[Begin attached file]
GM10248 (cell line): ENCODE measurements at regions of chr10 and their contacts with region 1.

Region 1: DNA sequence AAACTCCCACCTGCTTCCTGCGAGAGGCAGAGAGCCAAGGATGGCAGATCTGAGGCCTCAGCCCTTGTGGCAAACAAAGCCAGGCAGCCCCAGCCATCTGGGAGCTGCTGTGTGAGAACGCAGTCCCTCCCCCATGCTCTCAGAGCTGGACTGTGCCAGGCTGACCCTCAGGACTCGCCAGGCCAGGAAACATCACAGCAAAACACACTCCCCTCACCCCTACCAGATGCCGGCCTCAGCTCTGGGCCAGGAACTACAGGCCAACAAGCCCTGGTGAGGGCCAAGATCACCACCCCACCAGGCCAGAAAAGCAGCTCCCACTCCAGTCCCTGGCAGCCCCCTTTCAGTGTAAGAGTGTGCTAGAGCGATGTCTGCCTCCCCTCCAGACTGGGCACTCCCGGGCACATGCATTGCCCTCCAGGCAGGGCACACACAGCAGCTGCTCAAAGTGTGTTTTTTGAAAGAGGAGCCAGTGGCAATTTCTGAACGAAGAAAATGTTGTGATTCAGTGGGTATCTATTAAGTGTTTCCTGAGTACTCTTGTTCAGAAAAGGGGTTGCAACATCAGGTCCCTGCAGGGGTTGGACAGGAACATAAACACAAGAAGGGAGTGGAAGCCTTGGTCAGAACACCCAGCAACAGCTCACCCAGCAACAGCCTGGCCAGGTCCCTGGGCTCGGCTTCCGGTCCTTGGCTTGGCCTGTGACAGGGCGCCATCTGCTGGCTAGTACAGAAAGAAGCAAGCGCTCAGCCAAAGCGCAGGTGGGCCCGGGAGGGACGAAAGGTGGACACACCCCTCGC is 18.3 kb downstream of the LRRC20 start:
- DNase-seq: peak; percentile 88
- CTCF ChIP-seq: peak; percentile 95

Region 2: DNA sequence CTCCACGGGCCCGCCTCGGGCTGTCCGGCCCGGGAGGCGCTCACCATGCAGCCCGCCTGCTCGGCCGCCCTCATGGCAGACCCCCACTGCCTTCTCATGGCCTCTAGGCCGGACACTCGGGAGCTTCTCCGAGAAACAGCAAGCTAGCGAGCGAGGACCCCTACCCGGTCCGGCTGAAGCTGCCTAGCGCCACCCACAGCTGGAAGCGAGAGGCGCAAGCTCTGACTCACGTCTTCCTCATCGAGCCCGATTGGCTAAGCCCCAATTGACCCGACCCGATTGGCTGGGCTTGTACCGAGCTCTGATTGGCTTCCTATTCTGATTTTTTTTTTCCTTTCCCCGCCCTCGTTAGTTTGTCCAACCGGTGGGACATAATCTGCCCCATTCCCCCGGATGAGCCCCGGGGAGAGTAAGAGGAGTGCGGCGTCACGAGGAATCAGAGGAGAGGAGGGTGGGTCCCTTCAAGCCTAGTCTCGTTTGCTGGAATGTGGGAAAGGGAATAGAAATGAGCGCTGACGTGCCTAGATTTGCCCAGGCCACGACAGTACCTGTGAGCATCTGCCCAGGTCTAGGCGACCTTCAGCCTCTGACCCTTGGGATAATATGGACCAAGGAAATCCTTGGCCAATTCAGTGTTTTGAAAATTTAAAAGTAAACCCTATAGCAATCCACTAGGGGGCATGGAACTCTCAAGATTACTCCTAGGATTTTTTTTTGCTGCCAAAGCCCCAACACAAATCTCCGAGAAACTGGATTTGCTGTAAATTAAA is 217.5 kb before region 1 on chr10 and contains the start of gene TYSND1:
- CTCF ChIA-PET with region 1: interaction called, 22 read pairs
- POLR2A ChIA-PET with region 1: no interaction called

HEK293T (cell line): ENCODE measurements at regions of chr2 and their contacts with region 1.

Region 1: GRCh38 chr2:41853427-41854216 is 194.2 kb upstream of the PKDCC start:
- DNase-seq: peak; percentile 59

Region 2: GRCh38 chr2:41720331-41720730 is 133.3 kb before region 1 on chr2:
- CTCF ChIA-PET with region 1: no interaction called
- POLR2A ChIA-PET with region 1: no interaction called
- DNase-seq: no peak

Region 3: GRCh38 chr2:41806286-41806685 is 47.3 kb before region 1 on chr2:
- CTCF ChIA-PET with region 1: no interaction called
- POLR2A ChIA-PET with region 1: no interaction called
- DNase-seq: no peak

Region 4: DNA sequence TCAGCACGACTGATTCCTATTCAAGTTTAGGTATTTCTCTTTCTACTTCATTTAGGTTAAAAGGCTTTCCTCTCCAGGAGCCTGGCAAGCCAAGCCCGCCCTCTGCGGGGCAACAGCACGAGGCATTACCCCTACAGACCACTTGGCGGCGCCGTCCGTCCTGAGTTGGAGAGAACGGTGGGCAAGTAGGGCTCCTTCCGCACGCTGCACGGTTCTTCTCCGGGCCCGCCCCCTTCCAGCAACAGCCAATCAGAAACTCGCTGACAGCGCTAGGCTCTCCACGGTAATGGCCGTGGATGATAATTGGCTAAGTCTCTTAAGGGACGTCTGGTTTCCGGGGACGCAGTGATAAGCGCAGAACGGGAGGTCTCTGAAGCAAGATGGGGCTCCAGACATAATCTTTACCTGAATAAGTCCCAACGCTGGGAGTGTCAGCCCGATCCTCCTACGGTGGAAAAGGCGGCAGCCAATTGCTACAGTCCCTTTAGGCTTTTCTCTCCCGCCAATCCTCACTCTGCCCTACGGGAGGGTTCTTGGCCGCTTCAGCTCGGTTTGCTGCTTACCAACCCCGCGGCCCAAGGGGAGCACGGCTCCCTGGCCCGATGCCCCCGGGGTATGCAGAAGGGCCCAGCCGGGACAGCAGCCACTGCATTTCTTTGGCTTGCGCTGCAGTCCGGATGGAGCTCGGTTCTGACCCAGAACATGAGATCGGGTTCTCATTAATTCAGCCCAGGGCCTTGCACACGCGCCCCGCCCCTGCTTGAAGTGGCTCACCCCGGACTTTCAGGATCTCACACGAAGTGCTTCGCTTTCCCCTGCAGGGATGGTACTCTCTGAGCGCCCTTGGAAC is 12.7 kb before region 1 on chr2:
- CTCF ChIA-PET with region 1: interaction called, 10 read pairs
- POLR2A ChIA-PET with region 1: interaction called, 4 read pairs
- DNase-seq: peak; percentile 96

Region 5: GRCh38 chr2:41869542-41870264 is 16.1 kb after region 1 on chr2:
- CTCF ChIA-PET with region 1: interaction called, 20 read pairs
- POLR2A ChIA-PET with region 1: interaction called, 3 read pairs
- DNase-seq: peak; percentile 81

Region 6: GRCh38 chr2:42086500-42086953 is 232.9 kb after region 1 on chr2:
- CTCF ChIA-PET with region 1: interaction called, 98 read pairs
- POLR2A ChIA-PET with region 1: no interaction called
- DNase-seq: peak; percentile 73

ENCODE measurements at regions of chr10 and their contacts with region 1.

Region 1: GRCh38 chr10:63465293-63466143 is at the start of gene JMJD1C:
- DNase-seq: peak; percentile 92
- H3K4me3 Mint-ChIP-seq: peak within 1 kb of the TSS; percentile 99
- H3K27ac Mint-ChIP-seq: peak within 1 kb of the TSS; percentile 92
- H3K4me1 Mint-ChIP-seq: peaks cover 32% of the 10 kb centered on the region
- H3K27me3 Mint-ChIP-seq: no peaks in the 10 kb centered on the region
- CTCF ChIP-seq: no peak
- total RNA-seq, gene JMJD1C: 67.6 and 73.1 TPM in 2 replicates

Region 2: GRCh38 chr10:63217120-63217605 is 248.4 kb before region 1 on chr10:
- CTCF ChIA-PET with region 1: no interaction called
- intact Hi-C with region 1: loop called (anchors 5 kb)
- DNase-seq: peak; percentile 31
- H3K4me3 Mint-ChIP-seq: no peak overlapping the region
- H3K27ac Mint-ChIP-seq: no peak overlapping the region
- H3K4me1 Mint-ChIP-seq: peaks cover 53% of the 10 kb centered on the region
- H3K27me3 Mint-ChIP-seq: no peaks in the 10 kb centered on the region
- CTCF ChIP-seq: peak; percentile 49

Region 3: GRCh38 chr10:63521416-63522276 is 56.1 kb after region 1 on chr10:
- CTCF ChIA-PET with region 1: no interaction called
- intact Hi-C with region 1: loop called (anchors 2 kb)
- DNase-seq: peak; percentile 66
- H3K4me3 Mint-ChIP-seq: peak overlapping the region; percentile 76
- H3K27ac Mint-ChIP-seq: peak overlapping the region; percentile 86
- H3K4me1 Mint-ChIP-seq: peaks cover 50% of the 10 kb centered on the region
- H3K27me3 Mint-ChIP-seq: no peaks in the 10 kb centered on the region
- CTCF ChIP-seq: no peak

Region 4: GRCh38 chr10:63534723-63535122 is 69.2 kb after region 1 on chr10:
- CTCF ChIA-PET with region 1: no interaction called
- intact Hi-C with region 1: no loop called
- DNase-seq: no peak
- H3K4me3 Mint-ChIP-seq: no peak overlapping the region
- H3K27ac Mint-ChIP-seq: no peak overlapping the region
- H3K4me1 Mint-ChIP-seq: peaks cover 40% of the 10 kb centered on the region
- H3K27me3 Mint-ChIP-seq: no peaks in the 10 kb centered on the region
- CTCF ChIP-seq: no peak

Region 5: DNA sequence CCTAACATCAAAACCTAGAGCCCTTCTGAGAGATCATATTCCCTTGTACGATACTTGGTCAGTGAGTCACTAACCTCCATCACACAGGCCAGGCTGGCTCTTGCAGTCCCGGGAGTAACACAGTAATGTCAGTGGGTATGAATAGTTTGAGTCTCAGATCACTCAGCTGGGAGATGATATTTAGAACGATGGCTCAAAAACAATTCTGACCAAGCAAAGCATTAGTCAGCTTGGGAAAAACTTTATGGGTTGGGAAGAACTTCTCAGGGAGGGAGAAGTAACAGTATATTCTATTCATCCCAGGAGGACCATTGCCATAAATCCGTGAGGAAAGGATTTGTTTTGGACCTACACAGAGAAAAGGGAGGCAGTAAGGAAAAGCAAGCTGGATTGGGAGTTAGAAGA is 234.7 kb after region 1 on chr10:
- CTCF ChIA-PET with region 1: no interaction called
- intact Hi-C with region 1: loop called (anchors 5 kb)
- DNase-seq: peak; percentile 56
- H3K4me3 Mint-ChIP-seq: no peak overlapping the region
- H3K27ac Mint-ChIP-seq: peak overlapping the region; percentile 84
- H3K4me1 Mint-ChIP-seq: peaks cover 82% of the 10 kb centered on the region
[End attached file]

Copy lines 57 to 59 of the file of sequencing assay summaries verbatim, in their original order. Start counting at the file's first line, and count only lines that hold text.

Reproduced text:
- CTCF ChIP-seq: no peak

Region 4: GRCh38 chr10:63534723-63535122 is 69.2 kb after region 1 on chr10:
- CTCF ChIA-PET with region 1: no interaction called